Hospitality CV/ Resume – It’s a marketing tool…

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It’s a marketing tool… not a boring account of your past!

You can expect to get a great job with a great CV/Resume.  You can’t expect to get a great job with a weak CV or worse, a poorly written CV. In this article, we will give you the tips and tools to make your CV stand out. We will also tell you the biggest mistakes most people make so you can avoid them.

Think of an HR assistant/ manager sifting through hundreds of CV’s… how is your CV going to stand out from the rest and will they be able to see all the relevant information about you by scanning through your document?

With this in mind, you to make your CV or Resume something that will shine to potential employers and get your CV into the “must interview” pile.

To help you with how to structure your CV, HTE Internships have a CV/ Resume template on their website which is the most accepted format for Australia and New Zealand. You can find this on the How to Apply page.

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The photo is one of the most important aspects of your CV

It sounds vain but it is true. Hiring a new employee from the other side of the world is not an easy thing to do for hotels and resorts. HR managers we have spoken to like photos to help them get an impression of applicants and see how guests will see you.

If you refer to the first article in this series: What Hospitality Employers Are Looking For, you will remember the quote from an Australian HR manager “you hire for attitude, you train for skill”. The best way to get across your positive attitude is with a photo of you smiling, well presented in a business or catering shirt showing that you are well presented.

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Make sure the most important information is on page 1

Often, the first page is initially all that is read by the hotel’s HR team.  So you need the most important information on this page!  HR managers hire for positions that have a set start date, duration and job description. To match this position with you, they will need to know when you are available to start, how long you want to work for and what work experience, skills and experience you have to meet the needs of the role.

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Present your information with most recent information first

It is great that you survived primary and secondary school but this is of no interest to an employer. When listing your skills, work experience or education, include the most recent information first so they can quickly scan your CV to find the relevant information.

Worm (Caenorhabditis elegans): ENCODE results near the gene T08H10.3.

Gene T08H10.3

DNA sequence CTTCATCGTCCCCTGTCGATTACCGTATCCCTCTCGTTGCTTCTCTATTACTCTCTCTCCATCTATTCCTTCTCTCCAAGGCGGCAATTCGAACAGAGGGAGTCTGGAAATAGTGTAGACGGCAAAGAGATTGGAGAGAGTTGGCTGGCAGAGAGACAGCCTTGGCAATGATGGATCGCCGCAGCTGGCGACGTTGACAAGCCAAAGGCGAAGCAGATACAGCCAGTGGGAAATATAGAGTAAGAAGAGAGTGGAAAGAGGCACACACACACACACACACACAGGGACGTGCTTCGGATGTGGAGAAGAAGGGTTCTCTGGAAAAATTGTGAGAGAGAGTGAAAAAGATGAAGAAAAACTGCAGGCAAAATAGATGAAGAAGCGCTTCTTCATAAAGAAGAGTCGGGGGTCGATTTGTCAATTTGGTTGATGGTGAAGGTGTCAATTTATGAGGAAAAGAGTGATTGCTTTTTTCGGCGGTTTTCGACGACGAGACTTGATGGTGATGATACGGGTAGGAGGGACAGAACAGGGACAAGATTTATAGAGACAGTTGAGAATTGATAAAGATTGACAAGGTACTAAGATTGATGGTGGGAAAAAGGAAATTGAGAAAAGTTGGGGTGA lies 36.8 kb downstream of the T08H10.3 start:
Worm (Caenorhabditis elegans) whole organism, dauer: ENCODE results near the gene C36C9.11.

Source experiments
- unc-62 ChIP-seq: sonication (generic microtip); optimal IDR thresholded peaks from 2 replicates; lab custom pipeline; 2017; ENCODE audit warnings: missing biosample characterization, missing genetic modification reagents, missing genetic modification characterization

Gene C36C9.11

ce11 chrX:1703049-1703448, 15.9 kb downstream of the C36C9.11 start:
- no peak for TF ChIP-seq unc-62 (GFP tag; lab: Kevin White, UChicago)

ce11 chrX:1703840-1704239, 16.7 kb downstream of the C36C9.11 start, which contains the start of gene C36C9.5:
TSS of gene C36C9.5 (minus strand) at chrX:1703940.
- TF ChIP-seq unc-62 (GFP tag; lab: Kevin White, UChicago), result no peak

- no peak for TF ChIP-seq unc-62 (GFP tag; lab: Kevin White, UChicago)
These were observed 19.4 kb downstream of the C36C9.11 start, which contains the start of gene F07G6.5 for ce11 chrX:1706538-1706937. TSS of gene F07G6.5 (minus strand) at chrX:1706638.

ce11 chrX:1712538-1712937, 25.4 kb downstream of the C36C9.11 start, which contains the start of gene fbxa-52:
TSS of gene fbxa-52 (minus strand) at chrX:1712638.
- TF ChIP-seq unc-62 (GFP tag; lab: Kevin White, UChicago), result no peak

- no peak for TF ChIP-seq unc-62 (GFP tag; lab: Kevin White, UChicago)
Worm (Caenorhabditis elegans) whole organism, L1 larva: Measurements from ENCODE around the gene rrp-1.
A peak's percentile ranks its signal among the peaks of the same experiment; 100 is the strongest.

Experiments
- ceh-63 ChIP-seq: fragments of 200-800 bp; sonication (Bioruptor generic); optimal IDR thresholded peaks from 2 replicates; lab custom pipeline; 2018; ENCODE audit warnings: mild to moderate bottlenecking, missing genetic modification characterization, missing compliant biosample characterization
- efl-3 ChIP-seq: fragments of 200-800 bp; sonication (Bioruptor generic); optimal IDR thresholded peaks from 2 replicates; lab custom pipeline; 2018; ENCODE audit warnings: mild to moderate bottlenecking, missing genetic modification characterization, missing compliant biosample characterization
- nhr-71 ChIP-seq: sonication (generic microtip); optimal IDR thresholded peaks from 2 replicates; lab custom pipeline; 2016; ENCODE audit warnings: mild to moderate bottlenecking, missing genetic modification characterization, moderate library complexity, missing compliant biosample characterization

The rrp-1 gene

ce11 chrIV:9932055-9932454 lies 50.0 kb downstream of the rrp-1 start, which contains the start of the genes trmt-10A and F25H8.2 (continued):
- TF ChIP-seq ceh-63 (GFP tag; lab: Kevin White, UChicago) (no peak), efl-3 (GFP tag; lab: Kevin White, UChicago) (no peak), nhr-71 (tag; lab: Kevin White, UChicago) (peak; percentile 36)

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Avoid the temptation to exaggerate!

Although it is tempting to over indulge on your CV, bear in mind that the goal of your CV is to get you a phone or face-to-face interview, it is not to get you a management position from day one. When you arrive for your first day at work, your new employer will expect you to have the skills and experience you have detailed in your CV. Your starting position is just that, so be honest, put your best foot forward so you can start impressing your new employer from your first day.

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Make sure you include the right contact details for your references

As your future employer will be contacting your references from overseas in a different time zone, include the email address and/or fax number for your references.

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CV mistakes you don’t want to make

The more info the better – WRONG!  Think of an HR manager sifting through hundreds of CV’s.  Keep your CV to two pages, three if you absolutely have to.

Spelling mistakes – BAD!  There is no excuse for spelling mistakes.  If you create your CV in Word or a similar programme, you can do a spelling and grammar check.  If you don’t know how to do this, ask someone to proof read your CV before you send it.  A well written CV will give a potential employer the best impression of you.

Underselling yourself – NOT IDEAL!  This does not mean you should lie on your CV, it means you should have a good think about your skills and experience and make sure you have them on your CV.  Ask your previous employers, lecturers and family what your best strengths and skills are, sometimes you can overlook some of your best points!

Attach a bad photo – FAIL!  First impressions count, so attach a professional looking photo to your CV.  Don’t attach a photo of you partying, drinking, wearing casual clothing or posing with your girlfriend/boyfriend.

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One final word of warning…

You would be surprised how many employers search applicants on social sites like Facebook, Twitter, etc.  So be aware of what’s on your public profile as you will want to make a good impression.

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